'Handmaid's Tale' Scribe Margaret Atwood Talks Sequel, Political Parallels: "It Is a Warning"
The writer sat down for an upcoming interview with 'CBS Sunday Morning,' in which she opened up about her work that eerily echoes today's political climate under the Trump administration.
Margaret Atwood sat down for an interview with CBS Sunday Morning — set to air in its entirety this weekend — in which she opened up about crafting the narrative for her 1985 novel The Handmaid's Tale, witnessing the success of its Emmy-winning Hulu TV adaptation and writing her upcoming sequel The Testaments.
Speaking with CBS' Martha Teichner, the Canada-born author reflected on The Handmaid's Tale's political parallels during Donald Trump's presidency. Set in Gilead, the totalitarian dystopia the United States has become after being taken over by religious zealots, Atwood's story explores the complicated lives of handmaids who are sex slaves forced to give birth for infertile elite couples. Cultural and political observers have noted that the themes and concepts of The Handmaid's Tale are eerily familiar in today's climate that sees the Trump administration making repeated strikes against the rights of women, immigrants, LGBTQ individuals and other marginalized communities.
"It's not me who made this stuff up," said Atwood. "The human race made it up, unfortunately."
Asked if she wrote The Handmaid's Tale as a warning, Atwood said, "It is a warning," adding, "Simply because I never have believed it can't happen here. I've never believed that. And more and more people are joining me in that lack of belief."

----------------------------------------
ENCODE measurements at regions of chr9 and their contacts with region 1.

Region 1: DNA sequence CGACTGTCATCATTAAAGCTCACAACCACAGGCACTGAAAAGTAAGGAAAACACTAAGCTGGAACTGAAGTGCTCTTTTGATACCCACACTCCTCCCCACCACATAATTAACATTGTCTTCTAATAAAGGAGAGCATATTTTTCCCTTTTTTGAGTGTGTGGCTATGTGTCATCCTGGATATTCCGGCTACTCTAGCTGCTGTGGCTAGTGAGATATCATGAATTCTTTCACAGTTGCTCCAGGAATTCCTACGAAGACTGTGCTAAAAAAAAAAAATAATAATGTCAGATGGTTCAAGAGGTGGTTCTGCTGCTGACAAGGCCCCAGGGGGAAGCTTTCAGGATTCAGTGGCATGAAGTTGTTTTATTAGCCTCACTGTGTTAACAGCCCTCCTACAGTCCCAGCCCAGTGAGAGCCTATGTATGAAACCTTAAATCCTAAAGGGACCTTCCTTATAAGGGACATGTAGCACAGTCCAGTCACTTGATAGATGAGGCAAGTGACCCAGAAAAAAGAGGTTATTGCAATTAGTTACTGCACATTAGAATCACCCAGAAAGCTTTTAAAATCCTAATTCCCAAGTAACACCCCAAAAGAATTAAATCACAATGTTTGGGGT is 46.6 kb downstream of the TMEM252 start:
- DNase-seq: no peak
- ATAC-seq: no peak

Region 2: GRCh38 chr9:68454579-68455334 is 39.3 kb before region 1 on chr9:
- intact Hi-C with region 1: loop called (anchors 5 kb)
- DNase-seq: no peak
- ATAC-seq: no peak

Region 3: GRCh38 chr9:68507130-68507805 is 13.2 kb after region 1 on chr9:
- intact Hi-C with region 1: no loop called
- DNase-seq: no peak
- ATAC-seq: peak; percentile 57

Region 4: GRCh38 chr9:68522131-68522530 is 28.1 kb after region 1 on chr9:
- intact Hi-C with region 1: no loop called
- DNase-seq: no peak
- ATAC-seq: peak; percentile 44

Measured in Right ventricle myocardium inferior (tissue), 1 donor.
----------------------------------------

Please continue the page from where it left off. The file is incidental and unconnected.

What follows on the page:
While Atwood said she made "educated guesses" about future political events, she insisted, "I'm not a prophet," and joked, "And if I were any good at gambling I would, I would do that. Be a lot richer."
Talking about The Testaments — the highly anticipated follow-up book to The Handmaid's Tale, set for a Sept. 10 release — Atwood teased, "So we know from book one that — that Gilead ends, but we don't know how. But we're a little closer to knowing how."
The preview of Atwood's interview with CBS Sunday Morning come just days after Amazon mistakenly broke the embargo on The Testaments. According to the company, a "retailor error" resulted in a "small number of copies" already ending up in the hands of readers. "We apologize for this error; we value our relationship with authors, agents and publishers, and regret the difficulties this has caused them and our fellow booksellers," an Amazon spokesperson said in a statement.
The Testaments is currently available for pre-order on Amazon.com. Watch a clip of Atwood's interview with CBS Sunday Morning below.